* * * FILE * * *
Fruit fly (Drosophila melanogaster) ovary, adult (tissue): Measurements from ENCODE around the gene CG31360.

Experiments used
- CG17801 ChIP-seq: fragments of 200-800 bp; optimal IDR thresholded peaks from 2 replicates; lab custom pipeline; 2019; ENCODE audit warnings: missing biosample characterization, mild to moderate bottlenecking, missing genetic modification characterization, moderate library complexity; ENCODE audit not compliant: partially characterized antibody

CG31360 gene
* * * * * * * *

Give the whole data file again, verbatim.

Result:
Fruit fly (Drosophila melanogaster) ovary, adult (tissue): Measurements from ENCODE around the gene CG31360.

Experiments used
- CG17801 ChIP-seq: fragments of 200-800 bp; optimal IDR thresholded peaks from 2 replicates; lab custom pipeline; 2019; ENCODE audit warnings: missing biosample characterization, mild to moderate bottlenecking, missing genetic modification characterization, moderate library complexity; ENCODE audit not compliant: partially characterized antibody

CG31360 gene